Missouri Castle Doctrine legally protects homeowner who shoots man on his property

Missouri Castle Doctrine

A man recovering from a gunshot wound is now facing multiple charges after he's caught peering in to a Maries County home. 

Walter Gray was shot around 6:15 p.m. Saturday at a home in Vienna off Highway 63. 

It's a perfect example of Missouri's Castle Doctrine at work. Under the law, the homeowner had a legal right to defend himself after the person trespassing came at him in a threatening manner. 

"It was the ex-boyfriend who showed up at the house. They wife had an ex-parte against the boyfriend. They [the husband and wife] heard some commotion outside and the husband grabs his 12-gauge shot gun....when he confronted Mr. Gray...Mr. Gray allegedly came towards him at which time the homeowner shot Mr. Gray," Sheriff Chris Heitman with the Maries County Sheriff's Department tells ABC 17 News. 

Sheriff Heitman says the use of deadly force should always be a last resort. However, he hopes Missouri's law will help deter criminals if they know a person has a legal right to shoot them. 

"The only people that should be afraid are the criminals," Sheriff Heitman says. "If you're in fear of your life you have a right to use deadly force."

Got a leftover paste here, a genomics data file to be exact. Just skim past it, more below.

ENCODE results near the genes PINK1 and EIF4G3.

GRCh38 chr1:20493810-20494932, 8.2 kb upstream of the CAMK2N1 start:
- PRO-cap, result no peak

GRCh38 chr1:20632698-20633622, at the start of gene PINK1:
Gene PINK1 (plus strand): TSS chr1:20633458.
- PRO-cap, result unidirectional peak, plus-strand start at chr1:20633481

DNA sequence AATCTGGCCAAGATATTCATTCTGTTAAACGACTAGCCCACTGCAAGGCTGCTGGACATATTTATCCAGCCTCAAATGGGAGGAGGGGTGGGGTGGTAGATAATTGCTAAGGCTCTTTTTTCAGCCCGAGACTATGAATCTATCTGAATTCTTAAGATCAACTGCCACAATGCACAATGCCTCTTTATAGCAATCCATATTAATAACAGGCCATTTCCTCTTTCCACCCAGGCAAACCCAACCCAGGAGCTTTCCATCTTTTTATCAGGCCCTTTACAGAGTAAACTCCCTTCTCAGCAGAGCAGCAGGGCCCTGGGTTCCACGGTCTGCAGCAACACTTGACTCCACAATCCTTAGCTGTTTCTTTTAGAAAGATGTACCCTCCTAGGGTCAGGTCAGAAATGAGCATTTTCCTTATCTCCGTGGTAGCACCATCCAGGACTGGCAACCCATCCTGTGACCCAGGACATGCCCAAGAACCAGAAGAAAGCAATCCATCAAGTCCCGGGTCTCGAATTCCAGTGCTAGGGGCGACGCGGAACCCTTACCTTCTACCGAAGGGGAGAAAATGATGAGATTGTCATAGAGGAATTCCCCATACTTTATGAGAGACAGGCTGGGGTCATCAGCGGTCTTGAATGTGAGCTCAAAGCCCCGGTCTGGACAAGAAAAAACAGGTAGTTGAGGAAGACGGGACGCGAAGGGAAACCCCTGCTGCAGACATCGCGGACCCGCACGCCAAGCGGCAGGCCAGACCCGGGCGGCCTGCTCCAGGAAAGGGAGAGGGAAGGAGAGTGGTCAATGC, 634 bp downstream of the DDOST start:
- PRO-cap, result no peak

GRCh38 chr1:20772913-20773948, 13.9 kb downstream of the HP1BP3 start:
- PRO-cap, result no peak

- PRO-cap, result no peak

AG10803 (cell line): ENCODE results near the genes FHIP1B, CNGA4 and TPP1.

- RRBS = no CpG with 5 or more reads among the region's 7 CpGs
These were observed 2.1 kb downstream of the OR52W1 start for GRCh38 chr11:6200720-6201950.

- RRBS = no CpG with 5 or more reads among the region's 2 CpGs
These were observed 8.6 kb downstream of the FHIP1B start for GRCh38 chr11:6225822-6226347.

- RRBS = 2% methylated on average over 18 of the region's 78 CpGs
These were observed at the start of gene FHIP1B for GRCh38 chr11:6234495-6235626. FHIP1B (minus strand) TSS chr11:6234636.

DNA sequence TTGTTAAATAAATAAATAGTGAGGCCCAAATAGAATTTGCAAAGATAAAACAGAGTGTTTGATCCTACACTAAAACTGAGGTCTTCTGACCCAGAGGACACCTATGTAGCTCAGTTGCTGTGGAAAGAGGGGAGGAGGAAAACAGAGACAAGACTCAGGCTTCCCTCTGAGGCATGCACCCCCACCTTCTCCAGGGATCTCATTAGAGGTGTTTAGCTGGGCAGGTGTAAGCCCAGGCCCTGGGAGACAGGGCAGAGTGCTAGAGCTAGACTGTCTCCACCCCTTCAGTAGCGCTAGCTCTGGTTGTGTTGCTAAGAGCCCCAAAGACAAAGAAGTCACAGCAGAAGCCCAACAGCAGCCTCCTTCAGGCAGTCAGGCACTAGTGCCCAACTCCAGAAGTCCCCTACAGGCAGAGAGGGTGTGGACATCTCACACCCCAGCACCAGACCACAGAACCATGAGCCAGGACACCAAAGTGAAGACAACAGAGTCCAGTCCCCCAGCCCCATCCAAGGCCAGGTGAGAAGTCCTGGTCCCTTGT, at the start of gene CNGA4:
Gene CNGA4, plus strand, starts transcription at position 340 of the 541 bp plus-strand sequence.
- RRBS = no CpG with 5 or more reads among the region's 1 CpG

One important distinction in the Castle Doctrine--if a person retreats then the person who was threatened does not have a right to go after them. 

"If someone was on your property and you confront them and they take off running--that's a totally different circumstance," Sheriff Heitman says. "You can't just unjustly shoot someone in the back and absolutely you would be charged with a crime then...just because someone's on your property doesn't give you the right to shoot them." 

Sheriff Heitman says the homeowner meant to shoot Gray in the leg, but he ended up shooting him in the groin, which can often be deadly. He credits Deputy Kilmer, a former Army Ranger Medic, with saving Gray's life. 

Missouri expanded the Castle Doctrine as well as the Stand Your Ground law during the most recent legislative session. The Stand Your Ground law allows a person to use deadly force in self-defense without a duty to retreat. The Castle Doctrine was expanded to include the guest of a homeowner. Both of those changes went into effect in October. 

At this time, charges have not been filed against Walter Gray. Deputies he could be charged with assault in the 3rd degree. 

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